ARCHIPELAGO directed by Joanna Hogg (UK, 2010)
In the age of digital cinema and crowd pleasing blockbusters, social realism has largely gone out of fashion.
Top grossing movies are often those with the most elaborate special effects. while modest, people-centred dramas or comedies tend to rattle along at such a rapid pace as though directors are worried that if viewers are given time to draw breath they’ll realise how superficial these ‘entertainment’ packages really are.
Thankfully, there are still filmmakers out there who focus on stories with genuine substance and depth. Joanna Hogg is one of them.
Archipelago is a slow-moving, at times static, film that many could lose patience with but which stands as a welcome antidote to the contrived story-lines and stereotypical characters you find in so many so-called ‘serious’ dramas.
The plot, such as it is. centres on a family holiday in the ruggedly picturesque yet largely deserted coastal landscape of The Scilly Isles.
Edward (Tom Hiddleston) is about give up a career in banking to go to Africa for 11 months as a volunteer giving guidance on safe sex to counteract the AIDS epidemic.
His sister and mother have organised the vacation as a kind of send-off. They have rented a house which they all stayed on previous, happier, occasions.
This time, the absence of the father is just one of the many sources of tension. Patricia (Kate Fahy), the mother, has increasingly angry phone calls to her husband but we do not see or hear him and never fully understand why he cannot be there.
It is also unclear why his sister Cynthia (Lydia Leonard) is such a cow. You sense that she resents Edward’s break from the rat race but also that she has other deep-rooted personal problems.
It emerges that Edward actually has serious doubts about his future but it is quickly evident that he will gain no solace from this ill-conceived family gathering.
The fundamental problem is that these three don’t really get along and in many ways seem like strangers to each other. They are away from their homes and while the island setting is peaceful and comfortable the atmosphere is anything but relaxed.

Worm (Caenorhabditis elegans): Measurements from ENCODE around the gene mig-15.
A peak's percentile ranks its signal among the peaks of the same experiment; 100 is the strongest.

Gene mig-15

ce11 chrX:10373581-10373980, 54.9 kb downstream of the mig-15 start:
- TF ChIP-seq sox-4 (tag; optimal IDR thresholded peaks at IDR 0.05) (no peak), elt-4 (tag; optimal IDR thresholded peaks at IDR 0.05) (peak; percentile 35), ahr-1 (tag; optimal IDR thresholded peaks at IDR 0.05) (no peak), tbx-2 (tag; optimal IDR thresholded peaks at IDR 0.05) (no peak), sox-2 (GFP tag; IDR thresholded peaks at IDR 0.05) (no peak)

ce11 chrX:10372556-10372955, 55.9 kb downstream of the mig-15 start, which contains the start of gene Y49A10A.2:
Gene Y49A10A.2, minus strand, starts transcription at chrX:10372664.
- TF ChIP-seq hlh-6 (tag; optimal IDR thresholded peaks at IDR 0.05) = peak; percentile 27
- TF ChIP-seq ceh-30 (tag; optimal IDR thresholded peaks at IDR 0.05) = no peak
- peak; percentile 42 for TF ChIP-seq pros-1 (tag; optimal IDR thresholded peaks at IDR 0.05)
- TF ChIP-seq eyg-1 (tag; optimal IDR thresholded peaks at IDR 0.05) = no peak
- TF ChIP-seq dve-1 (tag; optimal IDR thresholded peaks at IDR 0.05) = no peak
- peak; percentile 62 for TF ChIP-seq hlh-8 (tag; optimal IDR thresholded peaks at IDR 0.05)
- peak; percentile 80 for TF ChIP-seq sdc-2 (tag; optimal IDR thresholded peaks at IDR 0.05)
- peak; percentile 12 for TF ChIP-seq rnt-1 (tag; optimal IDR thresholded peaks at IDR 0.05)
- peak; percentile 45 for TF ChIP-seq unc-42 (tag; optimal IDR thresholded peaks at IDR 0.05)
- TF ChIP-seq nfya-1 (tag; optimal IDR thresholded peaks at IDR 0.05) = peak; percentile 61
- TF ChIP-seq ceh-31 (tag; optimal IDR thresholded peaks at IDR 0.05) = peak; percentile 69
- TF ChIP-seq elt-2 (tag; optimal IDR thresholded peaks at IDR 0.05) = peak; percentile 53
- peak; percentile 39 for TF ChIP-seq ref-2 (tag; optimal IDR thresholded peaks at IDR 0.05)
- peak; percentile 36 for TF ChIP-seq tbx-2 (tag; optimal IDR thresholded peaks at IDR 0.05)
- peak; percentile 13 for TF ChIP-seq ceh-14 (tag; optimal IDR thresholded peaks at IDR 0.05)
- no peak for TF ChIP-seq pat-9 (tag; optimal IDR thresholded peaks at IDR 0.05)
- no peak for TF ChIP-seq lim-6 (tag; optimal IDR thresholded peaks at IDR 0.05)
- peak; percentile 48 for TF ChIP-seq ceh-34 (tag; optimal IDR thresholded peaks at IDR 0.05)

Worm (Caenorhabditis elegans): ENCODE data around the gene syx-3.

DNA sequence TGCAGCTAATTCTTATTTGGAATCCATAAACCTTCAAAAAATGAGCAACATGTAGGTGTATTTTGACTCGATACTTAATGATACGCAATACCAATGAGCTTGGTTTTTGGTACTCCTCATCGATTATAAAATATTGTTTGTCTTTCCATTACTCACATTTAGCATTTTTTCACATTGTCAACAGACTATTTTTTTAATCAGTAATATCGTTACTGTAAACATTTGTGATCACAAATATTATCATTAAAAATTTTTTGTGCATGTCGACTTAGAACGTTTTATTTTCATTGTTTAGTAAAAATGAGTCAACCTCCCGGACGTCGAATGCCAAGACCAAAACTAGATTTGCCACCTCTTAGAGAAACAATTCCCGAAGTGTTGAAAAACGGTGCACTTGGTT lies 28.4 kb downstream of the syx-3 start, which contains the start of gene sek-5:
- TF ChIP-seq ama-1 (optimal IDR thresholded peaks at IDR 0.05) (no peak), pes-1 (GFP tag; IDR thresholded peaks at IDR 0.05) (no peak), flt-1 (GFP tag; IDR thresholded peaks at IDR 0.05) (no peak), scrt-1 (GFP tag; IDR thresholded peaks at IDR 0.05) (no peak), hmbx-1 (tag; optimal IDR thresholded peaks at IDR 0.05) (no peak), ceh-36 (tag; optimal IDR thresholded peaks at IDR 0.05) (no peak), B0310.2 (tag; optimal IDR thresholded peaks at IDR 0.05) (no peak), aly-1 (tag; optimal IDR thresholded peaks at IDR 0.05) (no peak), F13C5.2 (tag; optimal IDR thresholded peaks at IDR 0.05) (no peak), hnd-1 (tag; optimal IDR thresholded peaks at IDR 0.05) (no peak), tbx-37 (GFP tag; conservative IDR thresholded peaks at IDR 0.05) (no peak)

With the unspoken resentments and awkward silences there’s a distinctly Chekovian element to the work but I doubt that it would have worked so well in the theatre. The fixed framing of the scenes, absence of close-ups or music and long takes makes this a work of pure cinema. It’s not surprising that Joanna Hogg names Robert Bresson, another director who favours this type of minimalism, as one of her key influences. We see only what the camera sees and at key moments where tempers flare the action occurs off-screen.
The dialogue is naturalistic and never seems scripted although Hogg has stated that it was not improvised. At times the stiffness and formality of these educated English types is so deadly accurate it made me squirm in painful recognition. A prime example is in a posh restaurant where Cynthia’s complaints of undercooked food contrast with the general reluctance by the others to create a scene.
Some of the non-family roles are played by non-professional actors, notably Christopher Baker who does what he does in real life, teaches painting. Christopher is a pivotal figure as a benevolent outsider offering paternal advice to Edward and seeking to help Patricia and Cynthia to put what they see around them onto canvas. His instruction could be seen as a commentary on the situation as it unfolds. He speaks of abstraction as a way of seeing beyond the surface realities and explains how embracing chaos can give ideas and make you less concerned about losing control.
As Roger Waters wrote in Pink Floyd’s ‘Time’ “Hanging on in quiet desperation is the English way” and we see plenty of evidence of this in Archipelago. The slow accumulation of things that are not quite right comes to a head but , in resolutely un-Hollywood fashion, nothing is resolved and none of the characters can be said to have moved on or grown emotionally.
As they are about to return home, Cynthia says she has borrowed one of her mother’s novels but hasn’t started reading it yet. The book’s title – The Void – is one which could equally apply to this holiday experience because the state of loneliness, emptiness and loss is so strong.
Probably the only thing they have learnt from the experience is that if another family reunion of this kind is suggested, their shared reaction would be to say: “Never again!”